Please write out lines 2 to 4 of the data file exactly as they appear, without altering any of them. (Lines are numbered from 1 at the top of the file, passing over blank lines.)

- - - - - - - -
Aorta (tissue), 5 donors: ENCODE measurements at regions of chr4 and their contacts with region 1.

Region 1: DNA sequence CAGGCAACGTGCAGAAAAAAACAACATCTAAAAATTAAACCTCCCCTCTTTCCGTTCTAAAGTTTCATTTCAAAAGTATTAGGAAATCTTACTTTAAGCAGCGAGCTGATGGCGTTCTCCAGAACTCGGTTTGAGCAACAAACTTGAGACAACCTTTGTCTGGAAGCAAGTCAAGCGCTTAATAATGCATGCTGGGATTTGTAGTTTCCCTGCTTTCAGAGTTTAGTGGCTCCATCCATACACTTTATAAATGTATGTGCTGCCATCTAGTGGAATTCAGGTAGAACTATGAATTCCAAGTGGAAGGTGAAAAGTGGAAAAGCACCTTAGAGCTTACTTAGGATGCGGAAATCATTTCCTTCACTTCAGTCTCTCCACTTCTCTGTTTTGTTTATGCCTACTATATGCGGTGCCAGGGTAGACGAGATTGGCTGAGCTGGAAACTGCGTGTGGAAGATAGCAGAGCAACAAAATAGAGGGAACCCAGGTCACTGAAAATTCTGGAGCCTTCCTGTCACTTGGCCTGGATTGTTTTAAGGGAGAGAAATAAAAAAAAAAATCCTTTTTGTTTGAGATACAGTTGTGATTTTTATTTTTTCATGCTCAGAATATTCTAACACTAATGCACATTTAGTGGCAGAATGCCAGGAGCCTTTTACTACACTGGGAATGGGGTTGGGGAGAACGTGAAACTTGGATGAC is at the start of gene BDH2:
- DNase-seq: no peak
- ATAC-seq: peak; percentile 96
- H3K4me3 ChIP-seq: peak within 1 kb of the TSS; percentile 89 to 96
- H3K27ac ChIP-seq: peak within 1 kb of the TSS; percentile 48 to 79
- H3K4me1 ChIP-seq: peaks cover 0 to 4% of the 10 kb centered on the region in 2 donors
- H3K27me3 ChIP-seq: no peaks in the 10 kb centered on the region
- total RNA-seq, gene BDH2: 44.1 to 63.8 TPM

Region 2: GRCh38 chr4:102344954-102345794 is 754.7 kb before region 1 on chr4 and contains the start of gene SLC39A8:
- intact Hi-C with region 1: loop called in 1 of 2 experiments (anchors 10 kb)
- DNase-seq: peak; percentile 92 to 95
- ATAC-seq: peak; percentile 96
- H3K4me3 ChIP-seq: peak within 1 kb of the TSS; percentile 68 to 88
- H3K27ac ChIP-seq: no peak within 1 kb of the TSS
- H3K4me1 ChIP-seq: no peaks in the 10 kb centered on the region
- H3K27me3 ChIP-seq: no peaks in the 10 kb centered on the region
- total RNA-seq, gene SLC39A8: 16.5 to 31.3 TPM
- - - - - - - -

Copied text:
Region 1: DNA sequence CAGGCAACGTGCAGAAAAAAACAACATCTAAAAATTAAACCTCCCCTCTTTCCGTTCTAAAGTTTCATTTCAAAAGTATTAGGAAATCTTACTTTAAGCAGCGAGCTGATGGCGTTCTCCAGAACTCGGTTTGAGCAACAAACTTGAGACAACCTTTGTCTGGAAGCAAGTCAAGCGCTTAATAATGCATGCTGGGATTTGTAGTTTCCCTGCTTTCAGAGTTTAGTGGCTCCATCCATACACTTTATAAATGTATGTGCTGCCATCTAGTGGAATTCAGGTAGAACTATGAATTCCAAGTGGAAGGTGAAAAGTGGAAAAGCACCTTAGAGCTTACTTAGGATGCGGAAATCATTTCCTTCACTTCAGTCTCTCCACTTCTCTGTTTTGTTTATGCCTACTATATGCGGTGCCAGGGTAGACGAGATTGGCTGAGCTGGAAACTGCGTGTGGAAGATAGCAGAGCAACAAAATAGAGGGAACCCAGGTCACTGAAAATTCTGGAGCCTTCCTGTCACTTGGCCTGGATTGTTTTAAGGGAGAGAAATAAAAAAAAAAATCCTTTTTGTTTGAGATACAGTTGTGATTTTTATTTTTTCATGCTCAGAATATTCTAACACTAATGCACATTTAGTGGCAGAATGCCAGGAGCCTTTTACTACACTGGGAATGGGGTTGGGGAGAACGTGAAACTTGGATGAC is at the start of gene BDH2:
- DNase-seq: no peak
- ATAC-seq: peak; percentile 96